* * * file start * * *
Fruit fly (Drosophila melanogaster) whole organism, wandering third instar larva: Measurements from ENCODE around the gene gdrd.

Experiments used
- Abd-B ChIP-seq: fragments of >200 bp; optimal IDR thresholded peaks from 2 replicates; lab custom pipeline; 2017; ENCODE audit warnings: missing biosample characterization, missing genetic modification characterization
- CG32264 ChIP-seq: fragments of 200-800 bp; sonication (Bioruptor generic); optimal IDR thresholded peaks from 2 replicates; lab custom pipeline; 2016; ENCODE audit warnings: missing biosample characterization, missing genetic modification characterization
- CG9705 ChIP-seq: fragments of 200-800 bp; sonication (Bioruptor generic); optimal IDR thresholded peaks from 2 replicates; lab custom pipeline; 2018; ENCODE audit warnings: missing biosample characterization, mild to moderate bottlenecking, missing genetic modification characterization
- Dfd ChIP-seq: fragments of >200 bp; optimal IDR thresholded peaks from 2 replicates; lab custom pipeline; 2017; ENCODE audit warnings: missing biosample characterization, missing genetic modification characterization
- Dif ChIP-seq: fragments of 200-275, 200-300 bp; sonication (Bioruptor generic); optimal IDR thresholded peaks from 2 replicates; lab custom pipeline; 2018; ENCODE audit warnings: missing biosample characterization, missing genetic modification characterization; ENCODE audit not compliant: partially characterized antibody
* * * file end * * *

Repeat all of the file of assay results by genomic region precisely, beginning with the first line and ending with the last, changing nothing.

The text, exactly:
Fruit fly (Drosophila melanogaster) whole organism, wandering third instar larva: Measurements from ENCODE around the gene gdrd.

Experiments used
- Abd-B ChIP-seq: fragments of >200 bp; optimal IDR thresholded peaks from 2 replicates; lab custom pipeline; 2017; ENCODE audit warnings: missing biosample characterization, missing genetic modification characterization
- CG32264 ChIP-seq: fragments of 200-800 bp; sonication (Bioruptor generic); optimal IDR thresholded peaks from 2 replicates; lab custom pipeline; 2016; ENCODE audit warnings: missing biosample characterization, missing genetic modification characterization
- CG9705 ChIP-seq: fragments of 200-800 bp; sonication (Bioruptor generic); optimal IDR thresholded peaks from 2 replicates; lab custom pipeline; 2018; ENCODE audit warnings: missing biosample characterization, mild to moderate bottlenecking, missing genetic modification characterization
- Dfd ChIP-seq: fragments of >200 bp; optimal IDR thresholded peaks from 2 replicates; lab custom pipeline; 2017; ENCODE audit warnings: missing biosample characterization, missing genetic modification characterization
- Dif ChIP-seq: fragments of 200-275, 200-300 bp; sonication (Bioruptor generic); optimal IDR thresholded peaks from 2 replicates; lab custom pipeline; 2018; ENCODE audit warnings: missing biosample characterization, missing genetic modification characterization; ENCODE audit not compliant: partially characterized antibody